Pursuant to Section 801 (a) (2) (A) of Title 5, United States Code, this is our report on a major rule promulgated by the Federal Housing Finance Agency (FHFA) entitled “Resolution Planning” (RIN: 2590- AB13). We received the rule on April 28, 2021. It was published in the Federal Register as final rule on May 4, 2021. 86 Fed. Reg. 23577. The effective date is July 6, 2021.

The FHFA said this final rule requires Fannie Mae and Freddie Mac (the companies) to make plans to facilitate their swift and orderly resolution in the event the FHFA is appointed receiver. According to the FHFA, a resolution planning rule is an important part of the FHFA’s ongoing efforts to develop a strong prudential regulatory framework for businesses, including capital, liquidity and stress testing requirements, as well. and enhanced supervision, which will be essential to the supervision of the FHFA. Companies, in particular in the event of withdrawal from supervision. The FHFA says requiring companies to develop resolution plans would support its efforts as a corporate receiver to, among other things, minimize disruption in domestic housing finance markets by ensuring the continued functioning of key sectors of the economy. ‘activity of a company by a limited life regulated entity; ensure that private sector investors in corporate securities, including corporate debt, bear losses in accordance with statutory priority of payments while minimizing losses and unnecessary costs to such investors. Finally, the FHFA said resolution planning will help foster market discipline in part through the publication by the FHFA of “public” sections of corporate resolution plans.

Attached is our assessment of the FHFA’s compliance with the procedural steps required by Section 801 (a) (1) (B) (i) to (iv) of Title 5 in relation to the rule. If you have any questions about this report or would like to contact the GAO officials responsible for the assessment work related to the purpose of the rule, please contact Shari Brewster, Deputy General Counsel, at (202) 512-6398.

Shirley A. Jones
Associate Legal Director


cc: Clinton Jones
General Counsel
Federal Housing Finance Agency


(RIN: 2590-AB13)

(i) Cost-benefit analysis

In its communication to us, the Federal Housing Finance Agency (FHFA) indicated that it considered that the preparation of a cost-benefit analysis of this final rule was not applicable.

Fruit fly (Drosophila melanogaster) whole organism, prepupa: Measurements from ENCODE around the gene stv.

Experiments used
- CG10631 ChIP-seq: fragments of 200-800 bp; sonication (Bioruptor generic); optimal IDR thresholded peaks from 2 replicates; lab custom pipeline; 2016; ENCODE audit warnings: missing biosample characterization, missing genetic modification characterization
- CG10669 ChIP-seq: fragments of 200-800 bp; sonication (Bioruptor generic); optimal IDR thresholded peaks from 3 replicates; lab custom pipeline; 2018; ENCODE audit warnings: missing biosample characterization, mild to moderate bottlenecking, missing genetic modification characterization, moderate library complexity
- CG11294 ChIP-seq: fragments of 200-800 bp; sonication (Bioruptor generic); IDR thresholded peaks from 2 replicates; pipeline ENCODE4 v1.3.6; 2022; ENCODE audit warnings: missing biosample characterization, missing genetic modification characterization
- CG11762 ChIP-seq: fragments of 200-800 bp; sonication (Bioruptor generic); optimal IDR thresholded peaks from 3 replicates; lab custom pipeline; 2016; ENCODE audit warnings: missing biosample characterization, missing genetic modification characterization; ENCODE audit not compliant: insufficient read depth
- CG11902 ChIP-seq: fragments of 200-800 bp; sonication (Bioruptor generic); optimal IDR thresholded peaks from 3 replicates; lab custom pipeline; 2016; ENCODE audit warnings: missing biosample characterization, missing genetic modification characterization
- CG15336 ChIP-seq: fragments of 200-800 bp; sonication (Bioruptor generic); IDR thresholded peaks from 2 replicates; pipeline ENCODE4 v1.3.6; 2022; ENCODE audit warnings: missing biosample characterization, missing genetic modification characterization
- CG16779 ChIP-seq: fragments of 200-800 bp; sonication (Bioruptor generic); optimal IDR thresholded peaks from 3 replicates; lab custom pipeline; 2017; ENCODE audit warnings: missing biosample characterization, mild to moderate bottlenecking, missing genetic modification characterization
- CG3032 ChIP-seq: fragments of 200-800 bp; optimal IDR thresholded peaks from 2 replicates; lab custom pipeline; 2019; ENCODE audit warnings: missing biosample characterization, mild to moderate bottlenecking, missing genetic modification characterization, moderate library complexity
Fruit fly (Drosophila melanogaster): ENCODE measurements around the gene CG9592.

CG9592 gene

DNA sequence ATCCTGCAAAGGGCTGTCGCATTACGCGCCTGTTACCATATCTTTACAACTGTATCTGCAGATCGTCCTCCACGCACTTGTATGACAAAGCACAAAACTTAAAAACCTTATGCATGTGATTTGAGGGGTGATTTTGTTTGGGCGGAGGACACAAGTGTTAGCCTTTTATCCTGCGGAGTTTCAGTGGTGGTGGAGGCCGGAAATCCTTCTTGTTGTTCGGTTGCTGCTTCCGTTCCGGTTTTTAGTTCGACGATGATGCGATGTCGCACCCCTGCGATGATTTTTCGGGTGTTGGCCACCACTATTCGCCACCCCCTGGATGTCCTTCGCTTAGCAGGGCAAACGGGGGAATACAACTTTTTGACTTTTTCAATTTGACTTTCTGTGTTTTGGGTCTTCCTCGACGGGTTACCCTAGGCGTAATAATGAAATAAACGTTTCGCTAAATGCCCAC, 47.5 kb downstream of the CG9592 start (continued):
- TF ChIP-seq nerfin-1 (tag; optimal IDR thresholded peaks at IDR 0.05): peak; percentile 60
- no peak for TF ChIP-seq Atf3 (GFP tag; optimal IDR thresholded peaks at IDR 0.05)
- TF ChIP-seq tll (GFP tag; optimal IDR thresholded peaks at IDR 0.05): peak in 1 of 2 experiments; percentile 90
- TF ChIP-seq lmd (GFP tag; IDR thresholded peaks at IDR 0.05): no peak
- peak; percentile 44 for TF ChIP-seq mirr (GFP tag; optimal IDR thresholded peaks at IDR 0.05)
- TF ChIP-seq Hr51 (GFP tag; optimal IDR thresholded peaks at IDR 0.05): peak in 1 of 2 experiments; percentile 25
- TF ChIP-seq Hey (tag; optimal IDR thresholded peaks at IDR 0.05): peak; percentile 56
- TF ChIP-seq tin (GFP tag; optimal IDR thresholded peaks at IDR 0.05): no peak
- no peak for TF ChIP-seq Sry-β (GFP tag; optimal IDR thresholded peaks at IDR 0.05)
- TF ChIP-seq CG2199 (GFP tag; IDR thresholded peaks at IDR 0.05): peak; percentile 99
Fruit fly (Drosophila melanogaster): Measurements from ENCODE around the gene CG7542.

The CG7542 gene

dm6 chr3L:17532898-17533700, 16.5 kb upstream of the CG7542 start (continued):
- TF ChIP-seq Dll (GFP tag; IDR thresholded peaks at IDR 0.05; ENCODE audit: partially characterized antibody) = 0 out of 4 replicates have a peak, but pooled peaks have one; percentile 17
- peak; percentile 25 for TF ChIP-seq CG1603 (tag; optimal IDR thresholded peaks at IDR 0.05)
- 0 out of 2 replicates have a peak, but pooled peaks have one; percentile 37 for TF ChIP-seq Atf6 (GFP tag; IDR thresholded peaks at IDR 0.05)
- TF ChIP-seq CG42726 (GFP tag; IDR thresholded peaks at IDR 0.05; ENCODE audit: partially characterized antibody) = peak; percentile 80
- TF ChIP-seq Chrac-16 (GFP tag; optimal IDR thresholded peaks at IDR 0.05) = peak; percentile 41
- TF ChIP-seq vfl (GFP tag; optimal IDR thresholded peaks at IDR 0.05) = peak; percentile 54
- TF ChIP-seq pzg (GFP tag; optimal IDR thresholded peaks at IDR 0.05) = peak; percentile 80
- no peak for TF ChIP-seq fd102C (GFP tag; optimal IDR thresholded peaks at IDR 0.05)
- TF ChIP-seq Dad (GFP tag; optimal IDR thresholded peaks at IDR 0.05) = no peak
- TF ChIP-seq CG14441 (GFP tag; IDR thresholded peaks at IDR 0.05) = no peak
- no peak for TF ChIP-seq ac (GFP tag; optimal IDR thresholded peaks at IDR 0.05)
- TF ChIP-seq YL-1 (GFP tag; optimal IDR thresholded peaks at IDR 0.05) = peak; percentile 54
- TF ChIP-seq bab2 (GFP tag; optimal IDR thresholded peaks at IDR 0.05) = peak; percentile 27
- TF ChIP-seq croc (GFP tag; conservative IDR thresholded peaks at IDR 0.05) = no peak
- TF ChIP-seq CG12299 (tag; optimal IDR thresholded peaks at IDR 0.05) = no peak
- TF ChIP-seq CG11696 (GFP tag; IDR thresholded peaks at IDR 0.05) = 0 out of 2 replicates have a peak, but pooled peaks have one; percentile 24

(ii) Agency actions relating to the Regulatory Flexibility Act (RFA), 5 USC §§ 603-605, 607 and 609

The Advocate General of the FHFA has certified that this final rule will not have a significant economic impact on a substantial number of small entities because the final rule only applies to Fannie Mae and Freddie Mac (the companies), who do not are not small entities for RFA purposes. .

(iii) Agency Actions Regarding Sections 202-205 of the Unfunded Mandates Reform Act 1995, 2 USC §§ 1532-1535

As an independent regulatory body, the FHFA is not subject to the Act. See 2 USC §§ 658 (1), 1502 (1); 44 USC § 3502 (5).

(iv) Other relevant information or requirements under laws and decrees

Administrative Procedure Act, 5 USC §§ 551 et seq.

On January 8, 2021, the FHFA published a notice of proposed regulation, associated with this final rule, in the Federal Register. 86 Fed. Reg. 1326. The FHFA said it received 14 comments on the proposed rule, including comments from individual companies, the Mortgage Bankers Association, the American Bankers Association, the National Association of Home Builders, the Housing Policy Council, the National Association of Realtors, the Center for Responsible Lending and the Heritage Foundation, as well as comments from five people, including a former CEO of Freddie Mac. According to the FHFA, most comments were in favor of resolution planning in general, and many areas suggested that the proposed rule could be improved or clarified. The FHFA dealt with these comments by subject in the preamble to the final rule.

Red Tape Reduction Act (PRA), 44 USC §§ 3501-3520

The FHFA has determined that this final rule does not contain any information gathering requirements that would require the approval of the Bureau of Management and Budget (OMB) under the PRA. Therefore, the FHFA said it did not submit any information to the OMB for review.

Legal authorization of the rule

The FHFA promulgated this final rule in accordance with Sections 4511, 4513 and 4526 of Title 12, United States Code.

Executive Decree No. 12866 (Planning and Revision of Regulations)

As an independent regulatory body, the FHFA is not subject to the ordinance.

Executive Decree No. 13132 (Federalism)

As an independent regulatory body, the FHFA is not subject to the ordinance.